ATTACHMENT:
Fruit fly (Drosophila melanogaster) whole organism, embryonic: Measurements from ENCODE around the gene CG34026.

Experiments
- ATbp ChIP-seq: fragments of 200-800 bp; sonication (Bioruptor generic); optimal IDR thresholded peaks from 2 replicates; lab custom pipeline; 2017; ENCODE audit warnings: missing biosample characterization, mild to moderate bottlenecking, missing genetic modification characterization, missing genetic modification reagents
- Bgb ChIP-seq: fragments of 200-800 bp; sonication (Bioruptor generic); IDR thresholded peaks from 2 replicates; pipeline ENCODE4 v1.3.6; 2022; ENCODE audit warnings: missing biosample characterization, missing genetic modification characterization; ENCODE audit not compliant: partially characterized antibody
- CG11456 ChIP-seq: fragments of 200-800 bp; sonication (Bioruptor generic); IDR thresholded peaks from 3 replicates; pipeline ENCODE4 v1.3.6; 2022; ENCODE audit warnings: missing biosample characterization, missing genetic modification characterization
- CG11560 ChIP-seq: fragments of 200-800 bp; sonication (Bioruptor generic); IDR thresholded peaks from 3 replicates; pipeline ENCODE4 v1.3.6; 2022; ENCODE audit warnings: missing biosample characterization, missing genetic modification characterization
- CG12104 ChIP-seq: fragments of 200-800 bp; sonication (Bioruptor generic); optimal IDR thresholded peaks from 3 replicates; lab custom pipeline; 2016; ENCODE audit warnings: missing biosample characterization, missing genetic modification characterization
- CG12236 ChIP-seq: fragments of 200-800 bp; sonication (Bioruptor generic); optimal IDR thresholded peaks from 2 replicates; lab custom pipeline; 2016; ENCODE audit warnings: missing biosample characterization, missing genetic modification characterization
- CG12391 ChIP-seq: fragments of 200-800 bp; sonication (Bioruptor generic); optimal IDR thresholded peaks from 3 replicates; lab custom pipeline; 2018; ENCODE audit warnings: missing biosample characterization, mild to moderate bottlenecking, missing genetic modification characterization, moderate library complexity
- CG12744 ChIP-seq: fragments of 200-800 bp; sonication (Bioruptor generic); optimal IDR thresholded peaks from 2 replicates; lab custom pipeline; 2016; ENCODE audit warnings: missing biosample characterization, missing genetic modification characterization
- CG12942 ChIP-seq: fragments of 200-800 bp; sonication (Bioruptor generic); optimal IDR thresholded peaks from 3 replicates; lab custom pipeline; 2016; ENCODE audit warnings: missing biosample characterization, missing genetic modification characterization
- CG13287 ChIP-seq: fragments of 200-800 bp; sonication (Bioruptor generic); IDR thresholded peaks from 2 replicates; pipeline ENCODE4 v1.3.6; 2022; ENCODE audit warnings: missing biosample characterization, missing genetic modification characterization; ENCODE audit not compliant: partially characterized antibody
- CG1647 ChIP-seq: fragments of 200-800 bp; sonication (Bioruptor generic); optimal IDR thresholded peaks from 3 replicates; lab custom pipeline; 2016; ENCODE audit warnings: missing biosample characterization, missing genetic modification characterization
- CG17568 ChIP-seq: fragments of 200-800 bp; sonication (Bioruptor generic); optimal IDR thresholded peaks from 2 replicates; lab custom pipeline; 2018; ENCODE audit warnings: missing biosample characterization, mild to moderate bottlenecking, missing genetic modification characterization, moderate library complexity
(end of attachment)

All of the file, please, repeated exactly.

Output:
Fruit fly (Drosophila melanogaster) whole organism, embryonic: Measurements from ENCODE around the gene CG34026.

Experiments
- ATbp ChIP-seq: fragments of 200-800 bp; sonication (Bioruptor generic); optimal IDR thresholded peaks from 2 replicates; lab custom pipeline; 2017; ENCODE audit warnings: missing biosample characterization, mild to moderate bottlenecking, missing genetic modification characterization, missing genetic modification reagents
- Bgb ChIP-seq: fragments of 200-800 bp; sonication (Bioruptor generic); IDR thresholded peaks from 2 replicates; pipeline ENCODE4 v1.3.6; 2022; ENCODE audit warnings: missing biosample characterization, missing genetic modification characterization; ENCODE audit not compliant: partially characterized antibody
- CG11456 ChIP-seq: fragments of 200-800 bp; sonication (Bioruptor generic); IDR thresholded peaks from 3 replicates; pipeline ENCODE4 v1.3.6; 2022; ENCODE audit warnings: missing biosample characterization, missing genetic modification characterization
- CG11560 ChIP-seq: fragments of 200-800 bp; sonication (Bioruptor generic); IDR thresholded peaks from 3 replicates; pipeline ENCODE4 v1.3.6; 2022; ENCODE audit warnings: missing biosample characterization, missing genetic modification characterization
- CG12104 ChIP-seq: fragments of 200-800 bp; sonication (Bioruptor generic); optimal IDR thresholded peaks from 3 replicates; lab custom pipeline; 2016; ENCODE audit warnings: missing biosample characterization, missing genetic modification characterization
- CG12236 ChIP-seq: fragments of 200-800 bp; sonication (Bioruptor generic); optimal IDR thresholded peaks from 2 replicates; lab custom pipeline; 2016; ENCODE audit warnings: missing biosample characterization, missing genetic modification characterization
- CG12391 ChIP-seq: fragments of 200-800 bp; sonication (Bioruptor generic); optimal IDR thresholded peaks from 3 replicates; lab custom pipeline; 2018; ENCODE audit warnings: missing biosample characterization, mild to moderate bottlenecking, missing genetic modification characterization, moderate library complexity
- CG12744 ChIP-seq: fragments of 200-800 bp; sonication (Bioruptor generic); optimal IDR thresholded peaks from 2 replicates; lab custom pipeline; 2016; ENCODE audit warnings: missing biosample characterization, missing genetic modification characterization
- CG12942 ChIP-seq: fragments of 200-800 bp; sonication (Bioruptor generic); optimal IDR thresholded peaks from 3 replicates; lab custom pipeline; 2016; ENCODE audit warnings: missing biosample characterization, missing genetic modification characterization
- CG13287 ChIP-seq: fragments of 200-800 bp; sonication (Bioruptor generic); IDR thresholded peaks from 2 replicates; pipeline ENCODE4 v1.3.6; 2022; ENCODE audit warnings: missing biosample characterization, missing genetic modification characterization; ENCODE audit not compliant: partially characterized antibody
- CG1647 ChIP-seq: fragments of 200-800 bp; sonication (Bioruptor generic); optimal IDR thresholded peaks from 3 replicates; lab custom pipeline; 2016; ENCODE audit warnings: missing biosample characterization, missing genetic modification characterization
- CG17568 ChIP-seq: fragments of 200-800 bp; sonication (Bioruptor generic); optimal IDR thresholded peaks from 2 replicates; lab custom pipeline; 2018; ENCODE audit warnings: missing biosample characterization, mild to moderate bottlenecking, missing genetic modification characterization, moderate library complexity